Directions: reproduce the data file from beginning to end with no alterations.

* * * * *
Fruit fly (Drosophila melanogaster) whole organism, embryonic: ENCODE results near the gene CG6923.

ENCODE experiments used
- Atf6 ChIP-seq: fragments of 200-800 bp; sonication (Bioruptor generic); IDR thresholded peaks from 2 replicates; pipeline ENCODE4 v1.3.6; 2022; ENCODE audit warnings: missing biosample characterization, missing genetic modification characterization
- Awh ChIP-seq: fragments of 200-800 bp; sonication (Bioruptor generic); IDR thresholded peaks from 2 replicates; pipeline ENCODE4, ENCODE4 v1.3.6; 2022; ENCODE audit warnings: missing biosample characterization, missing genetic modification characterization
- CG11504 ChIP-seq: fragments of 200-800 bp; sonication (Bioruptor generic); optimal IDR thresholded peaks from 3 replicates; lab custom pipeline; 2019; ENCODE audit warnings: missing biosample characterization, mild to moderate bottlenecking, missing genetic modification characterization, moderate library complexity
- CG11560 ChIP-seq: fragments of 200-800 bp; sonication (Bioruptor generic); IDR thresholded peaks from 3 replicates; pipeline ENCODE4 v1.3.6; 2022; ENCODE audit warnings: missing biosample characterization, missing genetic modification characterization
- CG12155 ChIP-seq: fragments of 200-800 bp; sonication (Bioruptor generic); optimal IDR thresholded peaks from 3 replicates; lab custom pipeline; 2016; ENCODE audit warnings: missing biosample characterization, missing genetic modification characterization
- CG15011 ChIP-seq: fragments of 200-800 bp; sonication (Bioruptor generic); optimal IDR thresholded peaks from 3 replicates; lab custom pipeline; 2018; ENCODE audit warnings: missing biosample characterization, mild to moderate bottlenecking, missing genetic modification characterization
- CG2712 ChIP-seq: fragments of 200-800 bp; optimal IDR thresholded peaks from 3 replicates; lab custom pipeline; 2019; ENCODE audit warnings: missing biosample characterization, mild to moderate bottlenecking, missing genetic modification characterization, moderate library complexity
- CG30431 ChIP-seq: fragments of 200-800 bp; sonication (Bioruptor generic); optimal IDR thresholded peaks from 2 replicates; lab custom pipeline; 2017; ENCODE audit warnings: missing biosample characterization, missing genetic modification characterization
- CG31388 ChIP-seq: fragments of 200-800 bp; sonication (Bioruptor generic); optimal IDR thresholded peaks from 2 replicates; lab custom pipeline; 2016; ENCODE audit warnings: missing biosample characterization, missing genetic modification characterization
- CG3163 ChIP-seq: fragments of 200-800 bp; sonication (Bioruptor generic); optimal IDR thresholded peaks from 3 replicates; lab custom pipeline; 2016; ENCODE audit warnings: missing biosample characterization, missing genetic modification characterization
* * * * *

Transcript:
Fruit fly (Drosophila melanogaster) whole organism, embryonic: ENCODE results near the gene CG6923.

ENCODE experiments used
- Atf6 ChIP-seq: fragments of 200-800 bp; sonication (Bioruptor generic); IDR thresholded peaks from 2 replicates; pipeline ENCODE4 v1.3.6; 2022; ENCODE audit warnings: missing biosample characterization, missing genetic modification characterization
- Awh ChIP-seq: fragments of 200-800 bp; sonication (Bioruptor generic); IDR thresholded peaks from 2 replicates; pipeline ENCODE4, ENCODE4 v1.3.6; 2022; ENCODE audit warnings: missing biosample characterization, missing genetic modification characterization
- CG11504 ChIP-seq: fragments of 200-800 bp; sonication (Bioruptor generic); optimal IDR thresholded peaks from 3 replicates; lab custom pipeline; 2019; ENCODE audit warnings: missing biosample characterization, mild to moderate bottlenecking, missing genetic modification characterization, moderate library complexity
- CG11560 ChIP-seq: fragments of 200-800 bp; sonication (Bioruptor generic); IDR thresholded peaks from 3 replicates; pipeline ENCODE4 v1.3.6; 2022; ENCODE audit warnings: missing biosample characterization, missing genetic modification characterization
- CG12155 ChIP-seq: fragments of 200-800 bp; sonication (Bioruptor generic); optimal IDR thresholded peaks from 3 replicates; lab custom pipeline; 2016; ENCODE audit warnings: missing biosample characterization, missing genetic modification characterization
- CG15011 ChIP-seq: fragments of 200-800 bp; sonication (Bioruptor generic); optimal IDR thresholded peaks from 3 replicates; lab custom pipeline; 2018; ENCODE audit warnings: missing biosample characterization, mild to moderate bottlenecking, missing genetic modification characterization
- CG2712 ChIP-seq: fragments of 200-800 bp; optimal IDR thresholded peaks from 3 replicates; lab custom pipeline; 2019; ENCODE audit warnings: missing biosample characterization, mild to moderate bottlenecking, missing genetic modification characterization, moderate library complexity
- CG30431 ChIP-seq: fragments of 200-800 bp; sonication (Bioruptor generic); optimal IDR thresholded peaks from 2 replicates; lab custom pipeline; 2017; ENCODE audit warnings: missing biosample characterization, missing genetic modification characterization
- CG31388 ChIP-seq: fragments of 200-800 bp; sonication (Bioruptor generic); optimal IDR thresholded peaks from 2 replicates; lab custom pipeline; 2016; ENCODE audit warnings: missing biosample characterization, missing genetic modification characterization
- CG3163 ChIP-seq: fragments of 200-800 bp; sonication (Bioruptor generic); optimal IDR thresholded peaks from 3 replicates; lab custom pipeline; 2016; ENCODE audit warnings: missing biosample characterization, missing genetic modification characterization